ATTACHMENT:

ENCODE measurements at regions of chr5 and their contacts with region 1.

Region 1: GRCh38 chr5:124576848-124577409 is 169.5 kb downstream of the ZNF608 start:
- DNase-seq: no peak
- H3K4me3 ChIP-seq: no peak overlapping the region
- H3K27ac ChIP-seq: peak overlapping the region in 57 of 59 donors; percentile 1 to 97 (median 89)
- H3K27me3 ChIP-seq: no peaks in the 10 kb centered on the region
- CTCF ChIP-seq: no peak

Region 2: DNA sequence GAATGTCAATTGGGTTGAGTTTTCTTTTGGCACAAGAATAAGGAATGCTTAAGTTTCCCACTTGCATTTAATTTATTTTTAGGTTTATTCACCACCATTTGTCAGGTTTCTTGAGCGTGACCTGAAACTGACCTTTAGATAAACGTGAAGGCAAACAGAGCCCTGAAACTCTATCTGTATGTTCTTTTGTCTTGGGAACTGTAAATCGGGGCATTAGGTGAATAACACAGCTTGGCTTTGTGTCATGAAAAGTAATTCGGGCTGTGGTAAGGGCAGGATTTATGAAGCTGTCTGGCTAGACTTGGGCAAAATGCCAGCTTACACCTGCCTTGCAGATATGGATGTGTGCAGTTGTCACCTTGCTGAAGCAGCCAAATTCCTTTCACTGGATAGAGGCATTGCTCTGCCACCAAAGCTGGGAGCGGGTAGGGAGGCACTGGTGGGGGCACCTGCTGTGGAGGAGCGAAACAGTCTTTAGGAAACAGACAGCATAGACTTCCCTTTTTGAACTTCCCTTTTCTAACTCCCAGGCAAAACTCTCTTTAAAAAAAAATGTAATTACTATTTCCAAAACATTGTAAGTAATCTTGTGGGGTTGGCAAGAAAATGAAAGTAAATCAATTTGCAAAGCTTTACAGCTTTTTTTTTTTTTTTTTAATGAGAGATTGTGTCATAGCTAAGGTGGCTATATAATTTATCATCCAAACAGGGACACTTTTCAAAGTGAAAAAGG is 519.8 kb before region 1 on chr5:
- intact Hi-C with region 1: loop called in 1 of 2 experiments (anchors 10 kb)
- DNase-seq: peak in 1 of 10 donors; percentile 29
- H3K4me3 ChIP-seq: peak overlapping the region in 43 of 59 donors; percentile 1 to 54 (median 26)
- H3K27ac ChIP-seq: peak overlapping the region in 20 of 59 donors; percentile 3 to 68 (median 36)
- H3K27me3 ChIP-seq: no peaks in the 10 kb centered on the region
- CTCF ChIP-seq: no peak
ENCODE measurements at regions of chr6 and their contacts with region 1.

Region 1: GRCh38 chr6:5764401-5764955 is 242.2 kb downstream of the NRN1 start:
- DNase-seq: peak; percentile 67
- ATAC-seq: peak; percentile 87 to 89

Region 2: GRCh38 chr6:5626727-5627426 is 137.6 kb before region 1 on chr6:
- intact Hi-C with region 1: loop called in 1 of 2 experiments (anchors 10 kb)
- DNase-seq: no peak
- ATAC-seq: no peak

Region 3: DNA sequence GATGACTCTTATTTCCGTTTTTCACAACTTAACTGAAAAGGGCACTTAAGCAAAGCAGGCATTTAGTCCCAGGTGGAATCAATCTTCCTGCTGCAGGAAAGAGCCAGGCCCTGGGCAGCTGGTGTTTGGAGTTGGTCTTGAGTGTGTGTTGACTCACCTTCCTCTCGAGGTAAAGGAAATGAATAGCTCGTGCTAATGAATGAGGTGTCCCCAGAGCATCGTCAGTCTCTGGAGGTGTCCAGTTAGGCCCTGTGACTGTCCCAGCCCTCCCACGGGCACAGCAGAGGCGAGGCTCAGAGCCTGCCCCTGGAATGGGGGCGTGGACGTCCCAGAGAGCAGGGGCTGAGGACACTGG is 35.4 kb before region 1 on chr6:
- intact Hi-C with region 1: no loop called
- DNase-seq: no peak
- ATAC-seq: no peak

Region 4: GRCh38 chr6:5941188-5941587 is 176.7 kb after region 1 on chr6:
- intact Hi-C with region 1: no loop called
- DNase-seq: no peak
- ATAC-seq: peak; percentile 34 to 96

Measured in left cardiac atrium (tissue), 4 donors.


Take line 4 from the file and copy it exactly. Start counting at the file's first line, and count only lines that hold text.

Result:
- H3K4me3 ChIP-seq: no peak overlapping the region